Jubilado!

Jubilado is the most common word used here to name or describe a retired person (Jubilada for feminine). Even though there is a Spanish word that sounds more like our English “Retired” (retirarse), no one uses it here – always jubilado(a)! It comes from the root noun jubilo, “jubilation or joy,” and the corresponding adjective jubiloso(a), “jubilant, joyful.” And in the land of Pura Vida, what a great way to describe retirement! And it is becoming pure joy for me!

One view of our apartments while walking back from town.
Far from a retirement home!

Though the government talked in 2010 about creating “Jubilado Communities” like Retirement Communities in the states, it never materialized with most Ticos preferring to retire in place, stay a part of the total community and their extended family, says an article in La Nacion, the primary Spanish language newspaper here.

Of course there are North Americans who bought up property to create many gated communities of retired North Americans here, even in Atenas. I’m trying to avoid that. My apartments are gated for security, but we are not all gringo, not all retired, and not all old. I love the mix of peoples, ages, incomes, nationalities and the 300 meter walk to a real town! It is better than a retirement community! At least for me. We have two young couples who go to work daily, a couple of older working people,  an unwed young mother with a 2-year old, a community of teenagers next door (New Summit Academy), and all ages of snowbirds. Who knows who will move in when the snowbirds go home in April and May for their summer? We are surrounded by Tico houses plus a church and shopping within walking distance! It is a good balance.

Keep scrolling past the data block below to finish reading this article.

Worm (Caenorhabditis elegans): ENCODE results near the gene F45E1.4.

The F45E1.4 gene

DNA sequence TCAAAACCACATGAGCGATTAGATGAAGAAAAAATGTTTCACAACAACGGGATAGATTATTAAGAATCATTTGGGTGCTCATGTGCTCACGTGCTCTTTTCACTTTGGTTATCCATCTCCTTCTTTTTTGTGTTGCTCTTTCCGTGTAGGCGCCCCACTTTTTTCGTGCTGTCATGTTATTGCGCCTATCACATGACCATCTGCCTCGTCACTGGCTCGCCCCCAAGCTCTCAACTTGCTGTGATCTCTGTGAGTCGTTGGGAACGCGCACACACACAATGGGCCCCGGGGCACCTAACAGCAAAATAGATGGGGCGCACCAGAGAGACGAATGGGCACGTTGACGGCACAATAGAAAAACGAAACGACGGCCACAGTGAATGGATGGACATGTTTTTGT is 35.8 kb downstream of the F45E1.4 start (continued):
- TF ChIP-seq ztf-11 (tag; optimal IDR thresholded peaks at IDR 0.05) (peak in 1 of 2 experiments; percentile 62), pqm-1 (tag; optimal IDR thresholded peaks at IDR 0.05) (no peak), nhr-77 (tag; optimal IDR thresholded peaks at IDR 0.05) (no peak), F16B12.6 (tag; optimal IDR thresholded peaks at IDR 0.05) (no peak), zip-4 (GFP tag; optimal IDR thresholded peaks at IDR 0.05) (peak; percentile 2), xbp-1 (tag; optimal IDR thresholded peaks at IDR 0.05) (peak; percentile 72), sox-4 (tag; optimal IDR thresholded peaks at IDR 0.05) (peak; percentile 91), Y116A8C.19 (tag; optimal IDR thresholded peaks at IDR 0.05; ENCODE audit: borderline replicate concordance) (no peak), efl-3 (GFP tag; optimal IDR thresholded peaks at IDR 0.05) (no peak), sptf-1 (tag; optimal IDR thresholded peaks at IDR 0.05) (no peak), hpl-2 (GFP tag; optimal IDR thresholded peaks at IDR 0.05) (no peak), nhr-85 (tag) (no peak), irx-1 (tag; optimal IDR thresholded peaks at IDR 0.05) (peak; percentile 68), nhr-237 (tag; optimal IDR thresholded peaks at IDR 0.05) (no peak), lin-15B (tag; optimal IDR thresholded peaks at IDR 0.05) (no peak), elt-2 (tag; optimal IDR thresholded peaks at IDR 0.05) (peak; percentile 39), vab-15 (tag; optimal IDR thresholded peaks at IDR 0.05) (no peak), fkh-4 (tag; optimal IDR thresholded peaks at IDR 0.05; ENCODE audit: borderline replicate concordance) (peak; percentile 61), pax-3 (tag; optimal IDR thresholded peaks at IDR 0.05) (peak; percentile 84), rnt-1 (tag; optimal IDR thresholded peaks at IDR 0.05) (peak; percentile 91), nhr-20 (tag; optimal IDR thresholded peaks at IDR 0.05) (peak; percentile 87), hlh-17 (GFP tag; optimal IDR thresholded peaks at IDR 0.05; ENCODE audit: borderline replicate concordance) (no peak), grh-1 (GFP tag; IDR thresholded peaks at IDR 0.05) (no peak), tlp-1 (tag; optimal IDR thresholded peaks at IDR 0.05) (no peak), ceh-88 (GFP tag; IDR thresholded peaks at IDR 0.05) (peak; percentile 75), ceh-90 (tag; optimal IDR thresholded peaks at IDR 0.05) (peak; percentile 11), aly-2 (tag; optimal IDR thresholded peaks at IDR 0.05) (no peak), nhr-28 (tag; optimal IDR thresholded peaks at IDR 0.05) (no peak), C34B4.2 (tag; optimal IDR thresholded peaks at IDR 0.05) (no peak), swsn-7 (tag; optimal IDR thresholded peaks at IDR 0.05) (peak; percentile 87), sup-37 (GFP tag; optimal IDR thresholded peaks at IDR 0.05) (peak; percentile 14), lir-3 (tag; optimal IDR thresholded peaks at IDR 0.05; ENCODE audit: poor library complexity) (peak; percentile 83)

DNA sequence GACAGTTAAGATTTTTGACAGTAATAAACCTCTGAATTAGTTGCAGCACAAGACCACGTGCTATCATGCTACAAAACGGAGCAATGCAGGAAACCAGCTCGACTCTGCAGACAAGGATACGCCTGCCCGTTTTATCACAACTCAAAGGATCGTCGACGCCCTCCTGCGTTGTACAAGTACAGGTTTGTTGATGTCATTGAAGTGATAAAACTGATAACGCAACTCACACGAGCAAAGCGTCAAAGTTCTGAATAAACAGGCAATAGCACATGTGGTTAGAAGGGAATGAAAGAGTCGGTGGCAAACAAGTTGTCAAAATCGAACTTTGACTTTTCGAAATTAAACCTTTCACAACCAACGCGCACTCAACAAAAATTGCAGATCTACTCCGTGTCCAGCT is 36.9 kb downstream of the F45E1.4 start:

Some believe in destiny, and some believe in fate
I believe that happiness is something we create
Line from Sugarland’s song 
“Something More”

Happy to be a Jubilado!

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